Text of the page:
In 1848, word that gold had been found in California on John Sutter's property triggered the first gold rush of modern times. In the stream of Sutter's saw mill near Sacramento now California's state capital gold nuggets were discovered. Thousands of adventurers and fortune hunters from all over the world converged on California, each seeking his own personal Eldorado.
In those days, prospecting techniques were still promitive. Usually trusting to frivolous luck, the prospectors tended at first to scour the beds of shallow rivers and streams, washing the sand in pans, whirling them in a circular motion. If they were lucky, a glimmer of gold dust, perhaps even a few larger grains, could be seen in the pan when everything else had been washed away. When a substantial deposit was located away from waterways, the first consideration was to obtain a water supply. Gold bearing sand and gravel was then shoveled into a narrow channel with built in wooden slats and the water was played over it. The gold was retained by the slats as the water carried other substances away. Through this laborious method, California's annual gold production amounted to ninety five tons two years after the beginning of the gold rush. That was half the total world production at the time. By 1863, prospectors with financial backing had introduced more sophisticated methods to get at the gold hydraulic techniques in which the rock was sluiced away by high pressure jets of water.
In the 1850's, some of the California prospectors made their way to Australia, to join the gold rush there. They brought with them the experience and methods of their California days. Australia soon was to become, for a short time, the greatest gold producer in the world, and then gold was also discovered in New Zealand. Much of it was found in river deltas from which it was extracted with the help of dredges.
Rich gold deposits had also been unearthed in Russia. In the 1830s, the newly invented centrifuge was widely used there to separate gold from virgin rock. And, as the nineteenth century drew to a close, gold was also found in the inhospitable region straddling the Alaska-Canada border. This led to the most dramatic gold rush in history. In 1896, during a serious economic depression, thousands braved the harsh elements to seek elusive gold in the Far North.
But the richest yields of all were to be found elsewhere. In 1886, in Witwatersrand, near present-day Johannesburg in South Africa, gold was found in exhilaratingly large quantities. The gold-bearing lodes were on the surface of a forty-mile-wide bowl of countryside. But, for the most part, relatively thin layers of conglomerate extended underground and reached straight down to depths of up to 10,000 feet. These conglomerates were probably the result of the collapse of a mountain range some two billion years ago. It is likely that what had been surface rock was pressed together over millions of years and squeezed down into the depths of the Earth. The gold is in the form of fine particles pressed into the rock. The gold-laden "reefs" extend underground for more than seventy miles.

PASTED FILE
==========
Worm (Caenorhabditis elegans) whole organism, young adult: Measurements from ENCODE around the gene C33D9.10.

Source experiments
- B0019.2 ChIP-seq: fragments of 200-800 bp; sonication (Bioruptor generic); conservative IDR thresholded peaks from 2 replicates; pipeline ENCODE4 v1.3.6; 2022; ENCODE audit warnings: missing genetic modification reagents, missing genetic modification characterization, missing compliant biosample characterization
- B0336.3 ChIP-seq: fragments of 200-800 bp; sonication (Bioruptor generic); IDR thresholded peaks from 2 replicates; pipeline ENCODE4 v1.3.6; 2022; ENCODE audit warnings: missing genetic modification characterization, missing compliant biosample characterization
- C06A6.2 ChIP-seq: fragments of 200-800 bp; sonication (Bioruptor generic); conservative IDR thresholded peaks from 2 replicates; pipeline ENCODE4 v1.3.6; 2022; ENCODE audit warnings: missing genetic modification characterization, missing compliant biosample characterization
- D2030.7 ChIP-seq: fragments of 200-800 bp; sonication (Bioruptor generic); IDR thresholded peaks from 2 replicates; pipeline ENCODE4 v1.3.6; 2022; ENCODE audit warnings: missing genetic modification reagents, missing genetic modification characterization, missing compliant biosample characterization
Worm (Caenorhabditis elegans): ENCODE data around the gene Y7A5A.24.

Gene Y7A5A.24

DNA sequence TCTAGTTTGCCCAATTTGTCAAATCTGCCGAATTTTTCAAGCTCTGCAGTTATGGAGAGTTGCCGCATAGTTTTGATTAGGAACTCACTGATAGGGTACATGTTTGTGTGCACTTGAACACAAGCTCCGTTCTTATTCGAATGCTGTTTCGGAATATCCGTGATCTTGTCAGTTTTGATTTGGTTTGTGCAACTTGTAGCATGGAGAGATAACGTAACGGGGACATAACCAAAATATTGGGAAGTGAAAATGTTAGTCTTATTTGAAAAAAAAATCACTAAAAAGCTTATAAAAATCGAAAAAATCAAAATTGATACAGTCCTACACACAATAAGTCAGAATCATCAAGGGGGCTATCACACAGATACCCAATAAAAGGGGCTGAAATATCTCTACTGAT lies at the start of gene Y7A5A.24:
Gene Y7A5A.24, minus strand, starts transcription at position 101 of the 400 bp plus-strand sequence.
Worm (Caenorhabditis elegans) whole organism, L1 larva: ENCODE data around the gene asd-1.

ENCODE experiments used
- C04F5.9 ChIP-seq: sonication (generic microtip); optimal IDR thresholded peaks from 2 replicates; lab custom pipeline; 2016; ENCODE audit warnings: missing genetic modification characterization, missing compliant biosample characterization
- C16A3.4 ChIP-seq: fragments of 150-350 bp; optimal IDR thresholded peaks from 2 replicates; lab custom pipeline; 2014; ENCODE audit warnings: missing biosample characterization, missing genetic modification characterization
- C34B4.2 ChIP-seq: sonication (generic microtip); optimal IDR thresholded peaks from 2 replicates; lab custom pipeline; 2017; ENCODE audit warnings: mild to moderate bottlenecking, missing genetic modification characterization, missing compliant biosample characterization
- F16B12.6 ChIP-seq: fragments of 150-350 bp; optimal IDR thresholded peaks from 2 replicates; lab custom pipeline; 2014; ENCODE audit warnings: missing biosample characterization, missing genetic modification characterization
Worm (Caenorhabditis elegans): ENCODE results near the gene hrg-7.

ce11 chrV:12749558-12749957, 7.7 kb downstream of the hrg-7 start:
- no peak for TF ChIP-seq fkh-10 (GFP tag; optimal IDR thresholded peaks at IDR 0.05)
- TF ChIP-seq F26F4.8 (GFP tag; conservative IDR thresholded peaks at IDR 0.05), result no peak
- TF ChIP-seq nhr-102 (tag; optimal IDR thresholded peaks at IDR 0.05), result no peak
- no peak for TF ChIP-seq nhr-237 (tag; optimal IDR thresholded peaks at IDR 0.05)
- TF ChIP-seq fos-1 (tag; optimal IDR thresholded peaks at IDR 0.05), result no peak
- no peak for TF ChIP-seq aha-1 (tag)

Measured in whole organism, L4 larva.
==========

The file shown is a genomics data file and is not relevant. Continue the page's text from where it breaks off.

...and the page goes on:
By the end of the nineteenth century, some fourteen percent of the world's gold production came from South Africa. By 1916, that figure had been raised to forty-two percent of the world's gold production, and reached about fifty percent by 1930. During the 1960s, South Africa produced seventy percent of the world's gold. Even when new rich gold sources were found, the country managed to produce a large portion of the world's total. In 1974, for example, 1338 tons of gold were produced worldwide. About fifty-four percent (729 tons) came from South Africa. The country's total production to date amounts to about 20,000 tons. The best know gold fields Of South Africa, Southwest Africa (Namibia) and Rhodesia are believed to contain some 18,000 tons of gold. That is considered to be about sixty percent of the total recoverable gold resources in the world.
New Methods for Gold Extraction
South Africa's spectacular success as a gold producer was intimately linked with the introduction of the cyanide separation process for treating ore and with generally improved prospecting techniques.
The new separation method was first used in South Africa in 1890. Finely ground gold ore was treated in a solution of sodium cyanide into which air had been blown. Gold entered into a complex compound with the sodium cyanide and was later separated by precipitation with another metal, such as zinc. This technique proved very efficient. Even the finest gold particles could be extracted from the ore. In South Africa, the method is used either alone or in tandem with the amalgamation process. South African gold tends to be very pure.
During the early years of the Witwatersrand fields, yields of twenty grams of gold per ton were the order of the day. Now, however, the yield in some mines has sunk to five, and even two, grams per ton. But when the price of gold soared, after it was allowed to float in 1968, a new inducement for technological advance was provided. Research into new and more effective mining and processing techniques was encouraged, with the higher gold price justifying increased development costs.
Until about fifty years ago, the search for new deposits was conducted without the full benefit of scientific method and equipment. Finds were usually made by chance, sometimes the result of the persistence of a lucky prospector proceeding merely on a hunch. Only in a few isolated instances was gold discovered through the efforts and experience of trained professional prospectors.